Unlocking the definition of family
Sarah Dessen is a master of writing about relationships. And by "relationships," I don't just mean the girl-meets-boy fodder of so many other young adult novels. In previous books, Dessen has thoughtfully and probingly explored the intricacies of relationships between mothers and daughters, co-workers and many kinds of friends. In Lock and Key, Dessen's eighth novel, the relationship under the microscope is that of family.
Seventeen-year-old Ruby's family, though, is anything but ordinary, as she is painfully reminded every time she picks up her semester-long project, an oral history definition of the word "family." For almost as long as she can remember, "family" has meant Ruby and her drifting, unstable, alcoholic mother. Ruby barely remembers the father who left when she was five. She has even managed to mostly forget her sister Cora, who cut all ties with Ruby and their mother when she left for college. When Ruby's mother flies the coop for good, and Ruby is left to fend for herself, social services is called in. Overnight, Ruby's life changes completely—she moves in with her successful sister and brother-in-law, she enrolls at an elite private school, and she even makes friends with her next-door neighbor Nate, a jock whom she and her stoner friends at her old school would have disdained.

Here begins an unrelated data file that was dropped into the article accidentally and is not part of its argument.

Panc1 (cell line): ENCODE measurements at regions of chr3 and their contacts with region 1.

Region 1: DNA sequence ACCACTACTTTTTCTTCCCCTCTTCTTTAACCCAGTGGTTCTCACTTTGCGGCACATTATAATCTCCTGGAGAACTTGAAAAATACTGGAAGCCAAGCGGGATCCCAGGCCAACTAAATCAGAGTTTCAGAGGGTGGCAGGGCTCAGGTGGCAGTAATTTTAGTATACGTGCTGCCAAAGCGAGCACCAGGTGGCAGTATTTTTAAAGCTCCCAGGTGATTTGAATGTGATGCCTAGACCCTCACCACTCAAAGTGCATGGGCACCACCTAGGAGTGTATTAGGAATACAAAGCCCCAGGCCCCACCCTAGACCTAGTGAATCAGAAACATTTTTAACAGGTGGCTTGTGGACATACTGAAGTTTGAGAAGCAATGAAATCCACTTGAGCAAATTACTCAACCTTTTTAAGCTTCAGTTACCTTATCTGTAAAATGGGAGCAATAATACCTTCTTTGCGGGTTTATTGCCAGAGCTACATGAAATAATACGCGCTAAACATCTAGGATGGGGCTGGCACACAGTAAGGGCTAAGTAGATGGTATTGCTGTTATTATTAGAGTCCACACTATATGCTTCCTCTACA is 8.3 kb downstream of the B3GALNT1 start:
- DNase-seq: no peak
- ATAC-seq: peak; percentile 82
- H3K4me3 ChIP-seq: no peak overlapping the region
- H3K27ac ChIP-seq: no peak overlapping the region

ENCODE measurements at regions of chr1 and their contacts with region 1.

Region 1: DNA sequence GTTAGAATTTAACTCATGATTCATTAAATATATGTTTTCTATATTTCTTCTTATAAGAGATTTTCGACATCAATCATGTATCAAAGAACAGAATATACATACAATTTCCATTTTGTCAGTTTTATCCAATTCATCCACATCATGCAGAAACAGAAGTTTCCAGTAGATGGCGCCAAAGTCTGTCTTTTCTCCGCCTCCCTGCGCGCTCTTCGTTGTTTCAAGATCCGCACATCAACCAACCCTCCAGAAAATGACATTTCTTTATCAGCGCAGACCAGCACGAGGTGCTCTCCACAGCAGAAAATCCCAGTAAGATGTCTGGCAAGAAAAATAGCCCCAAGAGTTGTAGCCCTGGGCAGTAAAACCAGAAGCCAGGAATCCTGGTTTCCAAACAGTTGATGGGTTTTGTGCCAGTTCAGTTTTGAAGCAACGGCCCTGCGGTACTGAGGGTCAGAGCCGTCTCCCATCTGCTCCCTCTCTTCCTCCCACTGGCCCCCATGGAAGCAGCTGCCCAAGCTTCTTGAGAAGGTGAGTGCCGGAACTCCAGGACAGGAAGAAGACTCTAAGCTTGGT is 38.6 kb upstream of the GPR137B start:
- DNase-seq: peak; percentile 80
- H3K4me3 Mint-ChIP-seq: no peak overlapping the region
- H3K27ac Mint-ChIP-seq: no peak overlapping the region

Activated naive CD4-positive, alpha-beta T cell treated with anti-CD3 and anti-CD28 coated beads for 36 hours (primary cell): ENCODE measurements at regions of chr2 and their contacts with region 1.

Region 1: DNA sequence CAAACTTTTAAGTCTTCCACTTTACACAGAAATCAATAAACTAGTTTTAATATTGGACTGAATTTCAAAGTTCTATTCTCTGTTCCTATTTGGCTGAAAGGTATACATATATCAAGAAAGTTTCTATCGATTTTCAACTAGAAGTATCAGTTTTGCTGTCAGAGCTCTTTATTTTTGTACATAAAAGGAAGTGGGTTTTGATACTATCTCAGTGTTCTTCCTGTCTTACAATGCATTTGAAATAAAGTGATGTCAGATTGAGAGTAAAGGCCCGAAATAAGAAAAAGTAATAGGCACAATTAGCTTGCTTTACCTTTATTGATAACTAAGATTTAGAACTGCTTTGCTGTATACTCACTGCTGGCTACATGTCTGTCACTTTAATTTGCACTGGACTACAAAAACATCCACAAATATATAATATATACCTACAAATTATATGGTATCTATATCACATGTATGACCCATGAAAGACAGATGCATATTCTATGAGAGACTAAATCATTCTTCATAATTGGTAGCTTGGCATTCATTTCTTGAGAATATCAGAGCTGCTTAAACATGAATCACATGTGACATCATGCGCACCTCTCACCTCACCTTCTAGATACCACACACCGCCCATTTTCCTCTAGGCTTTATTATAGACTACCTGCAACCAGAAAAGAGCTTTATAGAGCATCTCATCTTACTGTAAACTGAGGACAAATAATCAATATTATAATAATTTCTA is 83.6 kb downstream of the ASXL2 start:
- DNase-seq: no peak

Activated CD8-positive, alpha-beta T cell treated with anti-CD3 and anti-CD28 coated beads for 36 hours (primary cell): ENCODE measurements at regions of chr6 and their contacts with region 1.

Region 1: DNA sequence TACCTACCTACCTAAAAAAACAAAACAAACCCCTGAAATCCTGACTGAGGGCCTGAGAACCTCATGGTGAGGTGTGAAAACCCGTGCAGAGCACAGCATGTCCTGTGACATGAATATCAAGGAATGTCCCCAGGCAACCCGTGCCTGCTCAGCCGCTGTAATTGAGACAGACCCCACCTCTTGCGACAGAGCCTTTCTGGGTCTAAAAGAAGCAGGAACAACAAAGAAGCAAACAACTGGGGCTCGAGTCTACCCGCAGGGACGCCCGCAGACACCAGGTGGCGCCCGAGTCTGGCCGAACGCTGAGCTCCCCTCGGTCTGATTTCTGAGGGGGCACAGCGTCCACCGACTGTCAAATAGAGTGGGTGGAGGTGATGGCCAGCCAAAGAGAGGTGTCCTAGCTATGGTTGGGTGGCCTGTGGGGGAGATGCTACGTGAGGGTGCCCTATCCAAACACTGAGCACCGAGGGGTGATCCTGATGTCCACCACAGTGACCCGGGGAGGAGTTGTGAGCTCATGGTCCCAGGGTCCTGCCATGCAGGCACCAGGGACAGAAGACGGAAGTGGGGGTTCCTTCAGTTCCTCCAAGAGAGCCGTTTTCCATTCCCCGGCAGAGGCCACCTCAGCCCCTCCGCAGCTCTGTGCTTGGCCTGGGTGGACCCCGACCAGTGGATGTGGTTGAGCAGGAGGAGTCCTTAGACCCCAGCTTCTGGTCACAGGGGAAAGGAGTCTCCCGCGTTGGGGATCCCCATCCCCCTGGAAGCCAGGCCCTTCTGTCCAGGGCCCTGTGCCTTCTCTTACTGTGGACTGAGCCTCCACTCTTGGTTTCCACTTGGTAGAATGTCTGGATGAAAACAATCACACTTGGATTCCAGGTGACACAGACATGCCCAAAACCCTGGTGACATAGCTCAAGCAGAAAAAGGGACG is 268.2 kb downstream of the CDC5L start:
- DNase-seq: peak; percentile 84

New environments mean new relationships, and before long, Ruby finds herself questioning not only the definition of "family" but also everything she's always believed to be true about herself. Dessen's novel gets its title from the key—to her old house and old life—that Ruby wears on a chain around her neck. Nearly every chapter ends with a compelling question or observation on Ruby's unlocking of others' good qualities and of her own potential.
Lock and Key is simultaneously an engaging coming-of-age story and an effective meditation on families—the ones we're born into and the ones we discover along the way.
Norah Piehl is a freelance writer and editor in the Boston area.